Eagle County gets tough on land use | VailDaily.com

Eagle County gets tough on land use

EL JEBEL, Colorado ” Individual property rights reigned supreme for years in Eagle County, and the county commissioners had a reputation for rarely reviewing a development application they didn’t like. That’s changing.

The county has adopted tougher guidelines in recent years on growth issues such as ridge line development and affordable housing. Now it is working on a growth management plan that could rival Pitkin County’s tough rules on development.

If a growth management system is adopted, it would affect the Eagle County sliver of the Roaring Fork Valley, which includes El Jebel, Blue Lake, and parts of Basalt, Missouri Heights and the Fryingpan Valley.

Eagle County Commissioner Arn Menconi, who must leave office this fall because of term limits, said he considers installing a growth management system one of the most important acts during his eight years in office.

“It’s definitely come with a great deal of controversy,” he said.

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Menconi noted that Eagle County had been dominated heavily by a philosophy that favored individual property rights. But intense development in the last decade and prospects for substantially more growth have more people concerned about a deteriorating quality of life, according to a survey of Eagle County residents.

A “build-out” analysis indicates there are about 14,700 residences that are approved but not yet built in Eagle County and the towns within the county. In addition, the state demographer has forecast that Eagle County’s population could double in 20 to 25 years.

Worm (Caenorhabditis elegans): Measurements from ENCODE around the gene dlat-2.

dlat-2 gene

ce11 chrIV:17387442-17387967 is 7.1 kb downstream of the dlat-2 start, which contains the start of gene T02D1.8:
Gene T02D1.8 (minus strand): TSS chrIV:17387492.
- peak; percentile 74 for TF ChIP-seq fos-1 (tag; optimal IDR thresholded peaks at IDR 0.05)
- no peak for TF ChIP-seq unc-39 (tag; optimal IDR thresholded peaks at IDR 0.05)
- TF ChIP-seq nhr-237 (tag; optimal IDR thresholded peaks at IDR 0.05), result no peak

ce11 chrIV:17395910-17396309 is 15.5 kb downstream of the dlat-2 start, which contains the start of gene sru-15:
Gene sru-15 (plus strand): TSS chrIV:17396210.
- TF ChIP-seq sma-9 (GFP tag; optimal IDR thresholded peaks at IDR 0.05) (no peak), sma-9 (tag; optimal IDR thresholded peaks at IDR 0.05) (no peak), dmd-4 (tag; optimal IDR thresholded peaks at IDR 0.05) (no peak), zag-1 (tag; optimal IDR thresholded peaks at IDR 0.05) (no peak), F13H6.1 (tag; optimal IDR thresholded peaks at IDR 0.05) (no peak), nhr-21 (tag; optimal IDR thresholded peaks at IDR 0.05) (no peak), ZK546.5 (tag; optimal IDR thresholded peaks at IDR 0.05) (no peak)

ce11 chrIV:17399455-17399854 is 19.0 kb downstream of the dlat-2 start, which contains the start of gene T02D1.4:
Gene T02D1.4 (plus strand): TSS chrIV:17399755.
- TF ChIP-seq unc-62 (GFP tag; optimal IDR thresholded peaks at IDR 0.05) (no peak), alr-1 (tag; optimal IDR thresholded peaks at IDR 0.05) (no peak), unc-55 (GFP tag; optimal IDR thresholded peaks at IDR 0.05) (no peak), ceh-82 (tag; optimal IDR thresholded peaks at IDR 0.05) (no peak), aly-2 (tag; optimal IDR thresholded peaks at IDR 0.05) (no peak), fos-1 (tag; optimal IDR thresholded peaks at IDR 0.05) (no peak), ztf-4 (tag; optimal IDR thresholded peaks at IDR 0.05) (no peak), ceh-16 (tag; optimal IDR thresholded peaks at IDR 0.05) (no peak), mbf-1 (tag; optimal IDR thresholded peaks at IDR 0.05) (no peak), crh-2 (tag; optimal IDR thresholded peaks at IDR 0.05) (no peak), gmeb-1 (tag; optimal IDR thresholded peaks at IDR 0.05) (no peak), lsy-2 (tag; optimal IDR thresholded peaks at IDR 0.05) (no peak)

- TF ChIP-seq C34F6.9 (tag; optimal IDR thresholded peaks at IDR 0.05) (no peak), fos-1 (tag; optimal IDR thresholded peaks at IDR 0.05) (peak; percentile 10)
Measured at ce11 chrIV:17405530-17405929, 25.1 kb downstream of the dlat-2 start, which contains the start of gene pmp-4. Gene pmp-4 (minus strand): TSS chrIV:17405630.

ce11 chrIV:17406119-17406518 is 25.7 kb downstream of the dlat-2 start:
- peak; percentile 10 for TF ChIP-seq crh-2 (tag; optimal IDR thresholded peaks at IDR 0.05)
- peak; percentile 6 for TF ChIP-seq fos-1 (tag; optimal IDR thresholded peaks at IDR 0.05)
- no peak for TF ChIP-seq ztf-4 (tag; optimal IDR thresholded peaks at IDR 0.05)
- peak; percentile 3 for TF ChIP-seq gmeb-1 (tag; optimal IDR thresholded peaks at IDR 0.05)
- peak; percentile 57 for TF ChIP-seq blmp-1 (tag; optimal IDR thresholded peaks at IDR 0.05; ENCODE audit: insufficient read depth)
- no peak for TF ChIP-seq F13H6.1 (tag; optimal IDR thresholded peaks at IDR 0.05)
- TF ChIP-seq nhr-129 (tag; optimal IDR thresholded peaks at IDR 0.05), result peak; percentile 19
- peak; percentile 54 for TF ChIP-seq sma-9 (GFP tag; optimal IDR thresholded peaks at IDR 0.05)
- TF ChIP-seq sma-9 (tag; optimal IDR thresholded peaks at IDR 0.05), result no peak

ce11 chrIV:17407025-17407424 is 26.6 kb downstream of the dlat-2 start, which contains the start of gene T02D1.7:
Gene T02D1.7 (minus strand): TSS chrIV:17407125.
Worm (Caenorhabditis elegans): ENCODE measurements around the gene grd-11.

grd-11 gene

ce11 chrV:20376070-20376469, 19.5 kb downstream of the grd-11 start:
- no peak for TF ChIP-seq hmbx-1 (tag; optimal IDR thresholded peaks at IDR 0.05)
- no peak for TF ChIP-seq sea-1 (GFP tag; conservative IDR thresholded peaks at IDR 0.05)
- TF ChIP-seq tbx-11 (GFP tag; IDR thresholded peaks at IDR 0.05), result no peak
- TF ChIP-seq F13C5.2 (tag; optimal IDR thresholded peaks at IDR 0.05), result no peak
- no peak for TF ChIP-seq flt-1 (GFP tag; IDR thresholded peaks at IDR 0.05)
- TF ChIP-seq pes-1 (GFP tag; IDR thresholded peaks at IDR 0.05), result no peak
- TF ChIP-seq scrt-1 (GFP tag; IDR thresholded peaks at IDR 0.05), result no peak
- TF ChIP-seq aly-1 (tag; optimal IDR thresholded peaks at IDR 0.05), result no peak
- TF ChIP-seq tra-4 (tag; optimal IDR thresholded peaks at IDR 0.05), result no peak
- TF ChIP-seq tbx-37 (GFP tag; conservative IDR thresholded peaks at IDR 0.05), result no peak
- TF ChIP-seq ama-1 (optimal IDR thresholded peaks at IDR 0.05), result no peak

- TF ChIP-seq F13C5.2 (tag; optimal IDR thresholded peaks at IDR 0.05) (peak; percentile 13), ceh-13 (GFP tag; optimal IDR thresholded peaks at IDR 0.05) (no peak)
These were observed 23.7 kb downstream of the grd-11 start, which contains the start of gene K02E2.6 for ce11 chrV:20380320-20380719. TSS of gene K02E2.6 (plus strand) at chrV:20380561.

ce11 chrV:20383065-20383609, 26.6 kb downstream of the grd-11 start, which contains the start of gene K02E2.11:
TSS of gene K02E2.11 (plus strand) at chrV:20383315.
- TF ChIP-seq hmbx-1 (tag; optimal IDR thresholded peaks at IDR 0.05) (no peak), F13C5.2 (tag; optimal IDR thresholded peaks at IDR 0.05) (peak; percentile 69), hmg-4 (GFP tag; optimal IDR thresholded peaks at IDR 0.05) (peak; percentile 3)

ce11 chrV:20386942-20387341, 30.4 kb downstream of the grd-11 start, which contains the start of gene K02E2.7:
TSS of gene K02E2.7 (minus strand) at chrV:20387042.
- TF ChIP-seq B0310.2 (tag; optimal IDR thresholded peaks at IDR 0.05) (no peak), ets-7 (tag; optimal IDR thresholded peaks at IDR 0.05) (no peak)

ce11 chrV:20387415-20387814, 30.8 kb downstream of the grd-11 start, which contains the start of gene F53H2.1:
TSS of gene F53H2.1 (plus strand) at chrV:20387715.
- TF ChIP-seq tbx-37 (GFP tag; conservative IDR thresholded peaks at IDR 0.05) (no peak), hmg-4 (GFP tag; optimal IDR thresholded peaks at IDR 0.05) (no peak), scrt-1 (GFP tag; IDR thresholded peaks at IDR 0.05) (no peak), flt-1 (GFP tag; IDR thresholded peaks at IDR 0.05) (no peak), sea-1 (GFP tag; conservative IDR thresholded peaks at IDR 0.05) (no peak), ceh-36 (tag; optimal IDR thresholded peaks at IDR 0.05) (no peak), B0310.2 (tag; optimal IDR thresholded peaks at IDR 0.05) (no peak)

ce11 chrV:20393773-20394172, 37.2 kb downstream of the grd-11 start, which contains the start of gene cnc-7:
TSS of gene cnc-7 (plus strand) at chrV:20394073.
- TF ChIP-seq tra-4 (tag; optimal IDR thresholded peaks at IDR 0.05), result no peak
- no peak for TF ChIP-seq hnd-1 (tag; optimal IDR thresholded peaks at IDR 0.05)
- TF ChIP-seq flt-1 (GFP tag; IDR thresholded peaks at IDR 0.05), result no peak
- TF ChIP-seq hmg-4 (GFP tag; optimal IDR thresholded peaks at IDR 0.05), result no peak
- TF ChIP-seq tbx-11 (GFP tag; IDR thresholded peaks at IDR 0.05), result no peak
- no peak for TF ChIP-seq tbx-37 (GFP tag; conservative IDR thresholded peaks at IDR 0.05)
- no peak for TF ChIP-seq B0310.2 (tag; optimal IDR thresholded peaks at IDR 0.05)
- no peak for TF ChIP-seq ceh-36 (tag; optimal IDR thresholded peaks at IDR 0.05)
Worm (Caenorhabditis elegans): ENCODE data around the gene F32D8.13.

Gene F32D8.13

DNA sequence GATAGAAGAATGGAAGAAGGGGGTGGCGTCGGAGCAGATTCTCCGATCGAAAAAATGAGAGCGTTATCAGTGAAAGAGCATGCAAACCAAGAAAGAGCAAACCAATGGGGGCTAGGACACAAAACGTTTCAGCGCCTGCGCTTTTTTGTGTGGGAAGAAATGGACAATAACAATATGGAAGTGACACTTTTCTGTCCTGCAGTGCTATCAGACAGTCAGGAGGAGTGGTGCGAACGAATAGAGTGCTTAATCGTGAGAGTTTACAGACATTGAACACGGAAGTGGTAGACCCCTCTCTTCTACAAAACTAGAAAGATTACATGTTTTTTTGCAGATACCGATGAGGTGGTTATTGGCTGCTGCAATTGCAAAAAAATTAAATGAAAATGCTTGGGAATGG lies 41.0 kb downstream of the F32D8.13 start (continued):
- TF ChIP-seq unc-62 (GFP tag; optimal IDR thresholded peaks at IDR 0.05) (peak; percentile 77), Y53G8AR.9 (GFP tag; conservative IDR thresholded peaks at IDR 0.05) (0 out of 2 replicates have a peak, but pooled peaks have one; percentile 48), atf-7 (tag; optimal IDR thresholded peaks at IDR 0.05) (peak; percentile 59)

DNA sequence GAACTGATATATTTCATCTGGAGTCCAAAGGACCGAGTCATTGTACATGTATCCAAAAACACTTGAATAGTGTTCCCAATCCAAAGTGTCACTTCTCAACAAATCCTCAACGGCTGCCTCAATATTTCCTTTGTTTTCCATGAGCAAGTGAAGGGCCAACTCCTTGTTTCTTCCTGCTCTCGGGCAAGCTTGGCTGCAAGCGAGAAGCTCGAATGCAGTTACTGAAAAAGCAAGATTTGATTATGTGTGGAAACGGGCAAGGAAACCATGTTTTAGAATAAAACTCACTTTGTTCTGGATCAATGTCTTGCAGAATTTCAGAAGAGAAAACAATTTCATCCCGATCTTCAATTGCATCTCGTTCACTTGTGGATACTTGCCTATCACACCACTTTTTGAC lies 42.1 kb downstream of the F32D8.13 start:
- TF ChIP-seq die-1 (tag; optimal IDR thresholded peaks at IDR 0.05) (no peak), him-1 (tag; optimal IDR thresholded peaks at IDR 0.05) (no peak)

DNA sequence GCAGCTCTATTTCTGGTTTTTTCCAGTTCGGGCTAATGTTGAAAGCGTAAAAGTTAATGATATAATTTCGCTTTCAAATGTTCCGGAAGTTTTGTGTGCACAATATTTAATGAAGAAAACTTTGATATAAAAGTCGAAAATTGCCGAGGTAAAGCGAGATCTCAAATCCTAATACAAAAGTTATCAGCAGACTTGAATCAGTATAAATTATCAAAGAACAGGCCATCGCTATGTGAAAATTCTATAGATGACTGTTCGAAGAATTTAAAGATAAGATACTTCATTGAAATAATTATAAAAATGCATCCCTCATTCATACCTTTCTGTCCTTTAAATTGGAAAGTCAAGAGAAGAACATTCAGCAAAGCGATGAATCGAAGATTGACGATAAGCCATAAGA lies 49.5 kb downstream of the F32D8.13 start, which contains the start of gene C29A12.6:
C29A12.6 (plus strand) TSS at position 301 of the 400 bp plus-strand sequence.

“That scares the hell out of us,” said Keith Montag, director of community development.

The population was nearly 48,000 in 2004, the latest year available. Much of the expected growth will be luxury second homes, according to forecasts from the state demographer’s office and the Northwest Colorado Council of Governments. More second homes create more jobs and need for more workers in the county.

Job creation is an ironic issue, Montag said. Most cities and towns in the country covet more jobs. Eagle County and other Colorado mountains resorts react differently.

“We’re not sure we want all of them,” Montag said, noting the biggest problem is where to house the new workers.

Like many Colorado resort areas, the high demand for homes and limited supply has sent Eagle County home prices soaring.

“We’re the last of the Mohicans,” said Menconi. “We can’t even buy back our own homes.”

Menconi’s point was that housing prices have escalated so drastically that many locals could no longer afford to buy housing in their communities if they moved in now.

Confronted with those various growth-related problems, Menconi and Commissioners Peter Runyon and Sara Fisher are looking at new rules that will “balance” property rights and broader community benefits, according to Menconi. The commissioners came to El Jebel recently to outline their vision for growth management to the Roaring Fork Planning Commission, a board that advises them on land-use issues in the Roaring Fork Valley.

One goal of the growth management plan is “to ensure that impacts associated with growth are mitigated and services are provided to meet the demands of the population,” according to an outline supplied by Montag. “It addresses the economic, social and environmental considerations and challenges that arise from growth.”

There are signs that the plan will go beyond ensuring that development pays for its way. “A comprehensive growth management program includes collaboration with the towns and considers the amount, rate and location of growth,” Montag’s outline said.

At the least, development proposals in Eagle County will face new criteria during reviews. They will have to show what they are doing to preserve or offset impacts on the quality of life, Menconi said.

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